Scientists create drought-resistant tobacco plants

November 27th, 2007 - 4:31 pm ICT by admin  

London, November 27 (ANI): Researchers at the University of California, Davis have created drought-resistant tobacco plants that can survive through long dry periods.

Plant biologist Eduardo Blumwald claims that the plants created by them thrive on 70 per cent less water than ordinary tobacco plants.

Water-starved plants often cope with the stress by wilting and shedding their leaves. The process by which plants sacrifice older leaves to stay alive just long enough to make seeds is known as their survival strategy.

Blumwald says that the approach may boost long-term survival in the wild, but it can be devastating to crop yields.

After developing drought-resistant tobacco plants, the researchers are not trying to apply the same approach to tomatoes, rice and wheat.

Crops adopt the same strategy that those plants in the wild use. If things go wrong, they put out some seeds and die. But we do not grow crops for that, Nature magazine quoted Blumwald as saying.

He revealed that the transgenic tobacco plants created by his team produce a protein that makes cytokinin, a plant hormone that promotes cell division, in stressed tissue.

While ordinary tobacco plants shed their leaves and die if not watered for two weeks, the transgenic plants can keep their foliage and revive when watering resumes.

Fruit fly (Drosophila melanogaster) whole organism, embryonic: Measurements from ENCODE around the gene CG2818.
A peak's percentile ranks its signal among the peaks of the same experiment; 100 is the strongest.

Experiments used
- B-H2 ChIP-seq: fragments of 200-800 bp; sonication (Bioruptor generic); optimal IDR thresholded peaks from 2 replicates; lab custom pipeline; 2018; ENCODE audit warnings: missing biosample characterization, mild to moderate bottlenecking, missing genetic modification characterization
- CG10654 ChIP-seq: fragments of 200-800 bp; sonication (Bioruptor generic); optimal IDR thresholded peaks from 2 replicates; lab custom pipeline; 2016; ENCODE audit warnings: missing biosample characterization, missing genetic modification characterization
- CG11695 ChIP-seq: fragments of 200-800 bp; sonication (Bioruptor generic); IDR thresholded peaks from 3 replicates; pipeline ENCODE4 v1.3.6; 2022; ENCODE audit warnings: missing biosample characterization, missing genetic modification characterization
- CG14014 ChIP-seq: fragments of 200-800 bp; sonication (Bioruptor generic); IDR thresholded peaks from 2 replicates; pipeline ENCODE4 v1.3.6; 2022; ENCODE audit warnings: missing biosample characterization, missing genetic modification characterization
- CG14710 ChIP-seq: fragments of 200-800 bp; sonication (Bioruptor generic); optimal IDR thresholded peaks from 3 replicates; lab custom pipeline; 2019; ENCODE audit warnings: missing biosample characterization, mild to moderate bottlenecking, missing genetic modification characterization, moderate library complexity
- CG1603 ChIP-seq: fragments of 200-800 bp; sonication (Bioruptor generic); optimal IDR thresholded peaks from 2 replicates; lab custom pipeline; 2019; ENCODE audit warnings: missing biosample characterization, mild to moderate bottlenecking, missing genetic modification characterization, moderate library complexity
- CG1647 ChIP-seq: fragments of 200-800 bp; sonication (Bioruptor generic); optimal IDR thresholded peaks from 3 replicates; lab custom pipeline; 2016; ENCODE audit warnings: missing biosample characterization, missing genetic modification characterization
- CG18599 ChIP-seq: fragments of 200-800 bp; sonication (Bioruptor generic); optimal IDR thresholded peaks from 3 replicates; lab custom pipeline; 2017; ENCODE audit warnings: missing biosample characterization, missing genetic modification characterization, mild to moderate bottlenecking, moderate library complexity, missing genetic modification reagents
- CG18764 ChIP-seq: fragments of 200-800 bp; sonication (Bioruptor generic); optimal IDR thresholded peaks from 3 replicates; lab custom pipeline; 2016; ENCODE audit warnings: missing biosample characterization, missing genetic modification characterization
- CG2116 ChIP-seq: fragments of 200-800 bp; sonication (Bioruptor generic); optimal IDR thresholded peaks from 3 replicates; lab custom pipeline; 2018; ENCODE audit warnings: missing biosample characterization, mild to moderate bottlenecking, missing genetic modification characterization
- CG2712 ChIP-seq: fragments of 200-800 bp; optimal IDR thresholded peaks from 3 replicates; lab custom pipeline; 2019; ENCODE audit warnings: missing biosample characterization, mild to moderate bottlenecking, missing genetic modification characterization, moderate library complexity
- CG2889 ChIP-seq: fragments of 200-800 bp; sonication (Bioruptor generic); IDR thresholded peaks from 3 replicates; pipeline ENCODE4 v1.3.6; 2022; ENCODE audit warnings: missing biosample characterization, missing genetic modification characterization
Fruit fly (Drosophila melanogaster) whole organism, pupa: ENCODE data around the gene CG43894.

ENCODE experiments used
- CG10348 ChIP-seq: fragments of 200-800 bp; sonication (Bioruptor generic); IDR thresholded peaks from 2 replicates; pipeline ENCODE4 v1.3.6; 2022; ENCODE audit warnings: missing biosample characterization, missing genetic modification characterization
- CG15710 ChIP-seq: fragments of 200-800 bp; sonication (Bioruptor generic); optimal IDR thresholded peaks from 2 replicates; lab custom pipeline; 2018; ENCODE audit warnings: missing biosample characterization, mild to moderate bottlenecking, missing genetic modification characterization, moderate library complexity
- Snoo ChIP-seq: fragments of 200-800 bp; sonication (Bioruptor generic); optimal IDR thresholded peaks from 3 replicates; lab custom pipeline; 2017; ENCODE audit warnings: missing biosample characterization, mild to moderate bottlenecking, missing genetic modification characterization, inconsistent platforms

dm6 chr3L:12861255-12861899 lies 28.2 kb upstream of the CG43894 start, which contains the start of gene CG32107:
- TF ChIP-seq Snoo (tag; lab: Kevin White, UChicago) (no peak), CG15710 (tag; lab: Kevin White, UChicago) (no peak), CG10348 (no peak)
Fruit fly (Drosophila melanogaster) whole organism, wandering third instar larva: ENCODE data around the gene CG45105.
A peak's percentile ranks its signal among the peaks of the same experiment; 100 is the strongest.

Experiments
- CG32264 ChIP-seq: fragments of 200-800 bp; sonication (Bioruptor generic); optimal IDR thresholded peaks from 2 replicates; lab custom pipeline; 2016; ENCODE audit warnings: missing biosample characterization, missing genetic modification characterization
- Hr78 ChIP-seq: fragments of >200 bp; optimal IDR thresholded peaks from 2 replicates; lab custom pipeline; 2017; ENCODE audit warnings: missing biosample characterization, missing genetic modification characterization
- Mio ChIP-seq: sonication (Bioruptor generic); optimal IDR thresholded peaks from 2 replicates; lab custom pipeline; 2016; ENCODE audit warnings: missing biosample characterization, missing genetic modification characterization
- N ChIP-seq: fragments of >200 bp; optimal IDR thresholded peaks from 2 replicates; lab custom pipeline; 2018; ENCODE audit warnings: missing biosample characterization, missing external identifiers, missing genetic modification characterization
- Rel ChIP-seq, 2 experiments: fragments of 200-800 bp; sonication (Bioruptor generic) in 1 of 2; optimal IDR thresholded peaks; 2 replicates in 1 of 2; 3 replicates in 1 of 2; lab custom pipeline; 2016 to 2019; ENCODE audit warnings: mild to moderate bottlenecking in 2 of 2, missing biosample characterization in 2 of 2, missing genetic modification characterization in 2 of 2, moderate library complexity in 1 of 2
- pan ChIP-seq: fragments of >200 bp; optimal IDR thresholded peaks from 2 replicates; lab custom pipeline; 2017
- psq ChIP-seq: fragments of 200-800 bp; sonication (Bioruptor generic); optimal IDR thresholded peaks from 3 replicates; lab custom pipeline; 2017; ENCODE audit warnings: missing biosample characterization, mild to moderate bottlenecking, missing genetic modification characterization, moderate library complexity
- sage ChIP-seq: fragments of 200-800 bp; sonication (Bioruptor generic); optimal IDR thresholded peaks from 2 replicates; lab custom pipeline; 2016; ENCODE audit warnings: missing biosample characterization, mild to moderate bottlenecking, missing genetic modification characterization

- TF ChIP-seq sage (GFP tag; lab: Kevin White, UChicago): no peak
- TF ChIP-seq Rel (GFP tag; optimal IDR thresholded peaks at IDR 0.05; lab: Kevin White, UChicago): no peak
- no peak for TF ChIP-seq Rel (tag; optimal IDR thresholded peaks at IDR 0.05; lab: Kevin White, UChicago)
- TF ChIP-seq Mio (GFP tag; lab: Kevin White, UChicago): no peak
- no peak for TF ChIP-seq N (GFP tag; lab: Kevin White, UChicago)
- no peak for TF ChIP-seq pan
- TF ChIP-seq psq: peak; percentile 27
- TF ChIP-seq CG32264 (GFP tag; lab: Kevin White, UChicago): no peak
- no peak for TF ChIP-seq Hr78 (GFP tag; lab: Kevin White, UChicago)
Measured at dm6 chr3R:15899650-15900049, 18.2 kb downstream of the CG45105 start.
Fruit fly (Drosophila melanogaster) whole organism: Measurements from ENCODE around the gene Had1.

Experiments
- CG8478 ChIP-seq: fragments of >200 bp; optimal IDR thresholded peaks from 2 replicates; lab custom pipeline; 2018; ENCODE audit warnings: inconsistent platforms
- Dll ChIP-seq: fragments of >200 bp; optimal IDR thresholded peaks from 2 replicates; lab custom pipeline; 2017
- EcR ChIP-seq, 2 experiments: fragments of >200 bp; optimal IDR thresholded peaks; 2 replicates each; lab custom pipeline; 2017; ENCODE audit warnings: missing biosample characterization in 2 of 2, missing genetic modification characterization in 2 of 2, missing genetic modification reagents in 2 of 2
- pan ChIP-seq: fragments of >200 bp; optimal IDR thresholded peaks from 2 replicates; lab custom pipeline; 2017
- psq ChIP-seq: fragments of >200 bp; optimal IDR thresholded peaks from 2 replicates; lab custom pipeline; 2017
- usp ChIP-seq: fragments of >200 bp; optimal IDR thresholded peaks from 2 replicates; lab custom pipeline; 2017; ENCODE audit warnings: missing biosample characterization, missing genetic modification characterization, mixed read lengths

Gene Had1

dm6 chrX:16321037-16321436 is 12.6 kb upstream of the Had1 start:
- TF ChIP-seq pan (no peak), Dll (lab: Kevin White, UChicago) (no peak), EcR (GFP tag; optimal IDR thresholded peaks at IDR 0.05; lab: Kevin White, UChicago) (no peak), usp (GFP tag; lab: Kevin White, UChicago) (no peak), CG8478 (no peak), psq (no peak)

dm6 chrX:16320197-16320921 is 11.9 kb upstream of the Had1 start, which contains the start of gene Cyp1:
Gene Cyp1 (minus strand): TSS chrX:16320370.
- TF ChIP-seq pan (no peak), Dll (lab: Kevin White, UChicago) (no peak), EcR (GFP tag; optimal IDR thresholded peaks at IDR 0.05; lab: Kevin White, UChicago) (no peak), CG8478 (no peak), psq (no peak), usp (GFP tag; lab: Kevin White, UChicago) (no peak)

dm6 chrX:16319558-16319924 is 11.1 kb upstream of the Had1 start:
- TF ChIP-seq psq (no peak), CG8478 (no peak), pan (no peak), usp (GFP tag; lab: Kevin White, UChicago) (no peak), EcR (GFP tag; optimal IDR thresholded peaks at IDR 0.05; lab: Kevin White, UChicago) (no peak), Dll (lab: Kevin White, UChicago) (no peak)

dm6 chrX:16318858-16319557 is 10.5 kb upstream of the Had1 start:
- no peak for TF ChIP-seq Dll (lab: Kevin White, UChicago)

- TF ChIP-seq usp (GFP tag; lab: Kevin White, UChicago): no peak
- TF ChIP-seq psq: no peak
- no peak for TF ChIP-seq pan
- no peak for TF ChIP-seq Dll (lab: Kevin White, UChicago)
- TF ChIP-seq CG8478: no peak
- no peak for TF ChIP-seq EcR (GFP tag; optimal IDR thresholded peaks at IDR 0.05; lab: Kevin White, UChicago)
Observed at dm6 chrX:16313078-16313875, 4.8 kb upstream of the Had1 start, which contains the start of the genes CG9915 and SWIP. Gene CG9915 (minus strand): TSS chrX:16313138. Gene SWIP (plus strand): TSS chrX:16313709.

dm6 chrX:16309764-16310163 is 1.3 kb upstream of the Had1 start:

Published in the Proceedings of the National Academy of Sciences, a report said that the transgenic plants also suffered a 12 per cent reduction in yield when watered with 70 per cent less water than normally used.

Jeffrey Leung, a plant biologist at France’s National Centre for Scientific Research in Gif-sur-Yvette, who was not affiliated with the study, said that the findings were surprising because a previous study had focused on another plant hormone called abscisic acid as the key to manipulating drought tolerance.

Genetic screens have turned up hundred of mutants that are altered in drought tolerance, and if there is a link of the mutation to a hormone, it has almost always been abscisic acid, said Leung.

Arie Altman, a plant biologist at the Hebrew University of Jerusalem in Israel, also welcomed the results by saying that the work was a significant contribution towards improving drought tolerance in crops. (ANI)

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